Personal loans require faster repayment than most traditional student loans. This  might be a burden on full-time students who may not be able to work (and earn money) while they attend school. At the same time, a small personal loan could be used to pay for books,, tech expenses, lab fees, and other short-term educational expenses. A short-term loan like a typical personal loan might be a better choice than financing short-term expenses over the 10-20 years of a typical student loan.

    Aside from Education Expenses, When Is a Personal Loan Useful?

    Typically, lenders are happy to give you a personal loan, as long as you have a good credit score and decent income. You can use personal loans for just about anything you want, from buying a house to going on vacation. If you pay the lending company back on their terms, they do not need you to specify why you need the funds.

    However, getting a personal loan is a financial responsibility. If you are in the process of paying other loans, you may not benefit from taking out another loan, no matter how large or small.

    That said, there are situations in which a personal loan can help you, including to: 

    • Consolidate your credit card debt.
    • Improve your credit score.
    • Pay for a wedding or other large, important event.
    • Refinance student loans.
    • Pay for miscellaneous school-related expenses.

    When a college accepts your application, they will send you information about all sources of funding that you qualify for, including federal and private student loans. Theoretically, you can take out as much money as you need to cover all college costs, including: 

    • Basic tuition.
    • Administrative fees.
    • Room and board in the dorms.
    • Books, computer, and other related school supplies.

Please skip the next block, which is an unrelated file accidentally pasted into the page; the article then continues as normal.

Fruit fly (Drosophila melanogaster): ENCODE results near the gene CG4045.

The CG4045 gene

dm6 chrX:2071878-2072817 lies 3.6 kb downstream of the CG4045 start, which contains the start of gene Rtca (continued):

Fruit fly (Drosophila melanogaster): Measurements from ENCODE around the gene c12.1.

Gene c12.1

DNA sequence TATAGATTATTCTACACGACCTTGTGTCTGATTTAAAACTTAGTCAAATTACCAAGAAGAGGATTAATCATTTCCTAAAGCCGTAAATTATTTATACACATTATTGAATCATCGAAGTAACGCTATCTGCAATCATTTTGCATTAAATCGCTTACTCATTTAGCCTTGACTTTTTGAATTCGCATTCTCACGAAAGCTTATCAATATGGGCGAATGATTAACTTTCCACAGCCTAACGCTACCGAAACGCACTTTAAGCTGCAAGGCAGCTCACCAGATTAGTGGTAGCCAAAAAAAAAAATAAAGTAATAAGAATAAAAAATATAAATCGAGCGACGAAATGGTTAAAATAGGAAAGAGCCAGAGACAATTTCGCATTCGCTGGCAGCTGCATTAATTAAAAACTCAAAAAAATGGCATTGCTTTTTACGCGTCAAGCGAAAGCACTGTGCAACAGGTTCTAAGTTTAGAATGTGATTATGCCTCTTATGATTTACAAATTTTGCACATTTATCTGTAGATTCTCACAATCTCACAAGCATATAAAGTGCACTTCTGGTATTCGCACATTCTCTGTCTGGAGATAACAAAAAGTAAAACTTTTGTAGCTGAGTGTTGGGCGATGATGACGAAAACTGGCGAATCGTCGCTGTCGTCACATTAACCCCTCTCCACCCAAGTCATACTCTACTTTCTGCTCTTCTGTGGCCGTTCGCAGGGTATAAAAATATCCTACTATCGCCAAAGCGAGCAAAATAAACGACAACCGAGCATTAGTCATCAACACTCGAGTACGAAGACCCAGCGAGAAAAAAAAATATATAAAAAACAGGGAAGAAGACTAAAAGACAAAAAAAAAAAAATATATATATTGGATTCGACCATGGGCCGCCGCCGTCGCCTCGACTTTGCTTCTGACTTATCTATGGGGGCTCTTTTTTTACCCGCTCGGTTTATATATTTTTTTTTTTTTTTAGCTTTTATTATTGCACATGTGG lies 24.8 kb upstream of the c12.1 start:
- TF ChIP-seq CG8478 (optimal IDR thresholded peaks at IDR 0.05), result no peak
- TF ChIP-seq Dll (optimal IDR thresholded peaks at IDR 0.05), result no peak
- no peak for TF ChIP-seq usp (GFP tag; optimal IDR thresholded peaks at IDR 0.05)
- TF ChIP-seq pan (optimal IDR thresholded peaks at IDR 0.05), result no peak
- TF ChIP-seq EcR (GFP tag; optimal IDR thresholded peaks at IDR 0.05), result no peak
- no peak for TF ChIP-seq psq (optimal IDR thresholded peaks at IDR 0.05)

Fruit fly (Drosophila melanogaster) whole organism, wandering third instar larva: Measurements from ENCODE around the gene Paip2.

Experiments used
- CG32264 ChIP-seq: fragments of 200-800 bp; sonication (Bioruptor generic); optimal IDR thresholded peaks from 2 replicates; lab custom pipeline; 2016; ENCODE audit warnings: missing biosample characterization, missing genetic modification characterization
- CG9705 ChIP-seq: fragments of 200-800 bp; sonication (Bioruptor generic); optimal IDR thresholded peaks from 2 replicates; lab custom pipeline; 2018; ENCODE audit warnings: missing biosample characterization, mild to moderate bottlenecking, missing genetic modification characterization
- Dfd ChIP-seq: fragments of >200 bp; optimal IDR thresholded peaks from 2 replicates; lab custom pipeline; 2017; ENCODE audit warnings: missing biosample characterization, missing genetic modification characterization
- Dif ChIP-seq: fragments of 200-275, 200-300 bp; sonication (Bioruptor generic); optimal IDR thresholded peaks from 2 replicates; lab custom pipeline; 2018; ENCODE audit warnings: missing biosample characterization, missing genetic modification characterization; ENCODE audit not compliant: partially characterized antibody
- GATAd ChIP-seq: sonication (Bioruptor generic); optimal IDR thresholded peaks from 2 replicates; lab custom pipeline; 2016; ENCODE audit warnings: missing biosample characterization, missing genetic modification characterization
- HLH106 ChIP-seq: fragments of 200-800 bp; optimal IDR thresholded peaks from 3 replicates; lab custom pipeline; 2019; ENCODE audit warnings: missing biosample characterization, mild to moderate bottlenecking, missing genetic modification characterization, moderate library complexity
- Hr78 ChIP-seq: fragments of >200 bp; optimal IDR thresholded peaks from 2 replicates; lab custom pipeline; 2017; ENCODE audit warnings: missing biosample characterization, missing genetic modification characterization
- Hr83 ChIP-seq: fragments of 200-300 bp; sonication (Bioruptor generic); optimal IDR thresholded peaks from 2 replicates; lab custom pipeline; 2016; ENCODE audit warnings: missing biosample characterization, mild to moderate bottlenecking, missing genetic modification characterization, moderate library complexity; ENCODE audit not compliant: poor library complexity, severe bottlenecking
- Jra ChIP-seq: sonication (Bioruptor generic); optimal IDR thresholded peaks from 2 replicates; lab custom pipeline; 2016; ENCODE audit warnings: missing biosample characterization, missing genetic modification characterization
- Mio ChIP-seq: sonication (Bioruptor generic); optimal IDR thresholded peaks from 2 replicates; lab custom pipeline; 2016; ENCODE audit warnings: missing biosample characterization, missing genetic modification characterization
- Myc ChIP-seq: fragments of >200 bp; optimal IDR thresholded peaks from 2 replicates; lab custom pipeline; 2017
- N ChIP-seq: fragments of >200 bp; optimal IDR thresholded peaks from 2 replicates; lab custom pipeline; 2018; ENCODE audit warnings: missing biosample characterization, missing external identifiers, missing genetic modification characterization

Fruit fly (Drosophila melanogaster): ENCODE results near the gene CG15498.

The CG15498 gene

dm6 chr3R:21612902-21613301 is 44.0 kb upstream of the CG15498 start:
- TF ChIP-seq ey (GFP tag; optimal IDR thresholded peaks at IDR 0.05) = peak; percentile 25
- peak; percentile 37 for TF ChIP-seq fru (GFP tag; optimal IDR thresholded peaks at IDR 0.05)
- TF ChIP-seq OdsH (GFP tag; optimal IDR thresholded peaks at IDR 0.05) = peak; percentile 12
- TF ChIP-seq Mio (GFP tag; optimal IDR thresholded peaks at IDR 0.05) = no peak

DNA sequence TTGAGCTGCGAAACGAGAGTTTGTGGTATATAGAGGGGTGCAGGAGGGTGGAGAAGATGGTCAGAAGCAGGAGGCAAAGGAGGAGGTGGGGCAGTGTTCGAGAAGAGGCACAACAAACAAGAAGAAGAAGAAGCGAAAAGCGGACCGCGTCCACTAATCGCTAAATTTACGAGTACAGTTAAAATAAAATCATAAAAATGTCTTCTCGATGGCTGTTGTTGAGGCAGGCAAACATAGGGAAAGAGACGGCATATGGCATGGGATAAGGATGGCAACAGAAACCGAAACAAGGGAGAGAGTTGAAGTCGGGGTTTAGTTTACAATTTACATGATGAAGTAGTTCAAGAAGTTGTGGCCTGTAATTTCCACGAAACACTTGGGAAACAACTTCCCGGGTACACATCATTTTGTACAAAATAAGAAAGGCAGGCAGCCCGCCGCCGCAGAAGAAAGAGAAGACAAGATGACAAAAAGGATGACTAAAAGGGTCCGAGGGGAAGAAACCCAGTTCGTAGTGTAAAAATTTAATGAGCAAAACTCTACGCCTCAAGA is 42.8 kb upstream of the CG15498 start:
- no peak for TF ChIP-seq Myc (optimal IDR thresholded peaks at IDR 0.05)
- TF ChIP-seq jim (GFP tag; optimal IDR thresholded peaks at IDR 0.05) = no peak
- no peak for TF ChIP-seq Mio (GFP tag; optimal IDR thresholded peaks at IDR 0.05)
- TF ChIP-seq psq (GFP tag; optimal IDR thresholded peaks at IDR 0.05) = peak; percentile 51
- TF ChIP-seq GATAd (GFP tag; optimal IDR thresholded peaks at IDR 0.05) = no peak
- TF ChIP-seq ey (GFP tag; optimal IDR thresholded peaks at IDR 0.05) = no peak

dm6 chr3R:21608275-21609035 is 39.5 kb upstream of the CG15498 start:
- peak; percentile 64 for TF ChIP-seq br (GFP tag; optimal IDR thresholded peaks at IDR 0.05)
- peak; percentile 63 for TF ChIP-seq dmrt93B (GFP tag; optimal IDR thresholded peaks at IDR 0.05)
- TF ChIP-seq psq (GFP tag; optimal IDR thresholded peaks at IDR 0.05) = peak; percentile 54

• Transportation.
    • Dependent care while you are in class.

    Once you have taken on as many other possible options to pay for college, consider how a personal loan will impact your long-term finances. You can make personal loans work for you, but it is important to know the ups and downs of taking these on.

    The Pros of Personal Loans for College

    Unlike other student loans, personal loans for college students will not be paid directly to the college; the proceeds of the personal loan will come to the borrower. Of course, the borrower can then make payments from the loan proceeds to the college. 

    If you are going to take out a personal loan, it is important to be precise with how much money you need. Avoid over-borrowing. Calculate your total costs and what you have covered through savings, scholarships, and other student loans first.

    Living expenses, like living off campus, may be more easily covered with a part-time job. However, books and technology can cost a lot. Taking out a small personal loan of even $1,000 to cover some of these costs can be worth it.

    Cons of Personal Loans for College

    Although small personal loans for college students work well, they are still debts that carry risks. Personal loans for college students may have consequences, and they may not work for most students for many reasons. 

    • Repayment begins immediately instead of after you graduate.
    • You have a shorter repayment period.
    • Students, especially undergraduates, are less likely to have a good credit history so banks will see them as higher risk, which probably means a higher APR.
    • Most students will need a cosigner, which may be true of private student loans too.
    • Personal loans often require proof of adequate income, which full-time and undergraduate students are far less likely to have.
    • Personal loans for college are not tax-deductible, whereas some student loan interest may be deductible.

    Be Smart About Student Debt

    Some students effectively use personal loans for college. But it is important to know how much money you can safely borrow, exhaust all other methods of paying for school and related expenses first, and understand the terms of your personal loan.

    These loans are not like student loans. Use them only when needed and in small amounts, with a strong repayment plan in place.

    Frequently Asked Questions (FAQ)